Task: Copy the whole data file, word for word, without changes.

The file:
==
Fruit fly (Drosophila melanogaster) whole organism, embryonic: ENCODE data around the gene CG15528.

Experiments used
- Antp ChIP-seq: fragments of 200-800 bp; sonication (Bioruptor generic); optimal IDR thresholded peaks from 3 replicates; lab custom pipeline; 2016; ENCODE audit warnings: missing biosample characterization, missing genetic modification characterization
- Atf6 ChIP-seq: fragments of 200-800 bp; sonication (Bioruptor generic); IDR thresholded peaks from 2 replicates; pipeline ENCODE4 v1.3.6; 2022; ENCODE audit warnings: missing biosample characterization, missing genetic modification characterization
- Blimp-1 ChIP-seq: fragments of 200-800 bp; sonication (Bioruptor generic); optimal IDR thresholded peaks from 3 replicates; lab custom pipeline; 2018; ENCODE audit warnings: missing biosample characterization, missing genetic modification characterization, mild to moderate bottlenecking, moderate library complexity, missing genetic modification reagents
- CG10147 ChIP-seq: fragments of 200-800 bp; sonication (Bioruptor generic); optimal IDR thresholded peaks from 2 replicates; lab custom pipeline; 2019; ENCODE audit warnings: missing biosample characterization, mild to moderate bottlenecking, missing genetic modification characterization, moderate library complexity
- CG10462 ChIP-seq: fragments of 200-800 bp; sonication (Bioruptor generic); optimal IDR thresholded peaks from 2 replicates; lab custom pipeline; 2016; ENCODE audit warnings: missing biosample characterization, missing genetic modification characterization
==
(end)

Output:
Fruit fly (Drosophila melanogaster) whole organism, embryonic: ENCODE data around the gene CG15528.

Experiments used
- Antp ChIP-seq: fragments of 200-800 bp; sonication (Bioruptor generic); optimal IDR thresholded peaks from 3 replicates; lab custom pipeline; 2016; ENCODE audit warnings: missing biosample characterization, missing genetic modification characterization
- Atf6 ChIP-seq: fragments of 200-800 bp; sonication (Bioruptor generic); IDR thresholded peaks from 2 replicates; pipeline ENCODE4 v1.3.6; 2022; ENCODE audit warnings: missing biosample characterization, missing genetic modification characterization
- Blimp-1 ChIP-seq: fragments of 200-800 bp; sonication (Bioruptor generic); optimal IDR thresholded peaks from 3 replicates; lab custom pipeline; 2018; ENCODE audit warnings: missing biosample characterization, missing genetic modification characterization, mild to moderate bottlenecking, moderate library complexity, missing genetic modification reagents
- CG10147 ChIP-seq: fragments of 200-800 bp; sonication (Bioruptor generic); optimal IDR thresholded peaks from 2 replicates; lab custom pipeline; 2019; ENCODE audit warnings: missing biosample characterization, mild to moderate bottlenecking, missing genetic modification characterization, moderate library complexity
- CG10462 ChIP-seq: fragments of 200-800 bp; sonication (Bioruptor generic); optimal IDR thresholded peaks from 2 replicates; lab custom pipeline; 2016; ENCODE audit warnings: missing biosample characterization, missing genetic modification characterization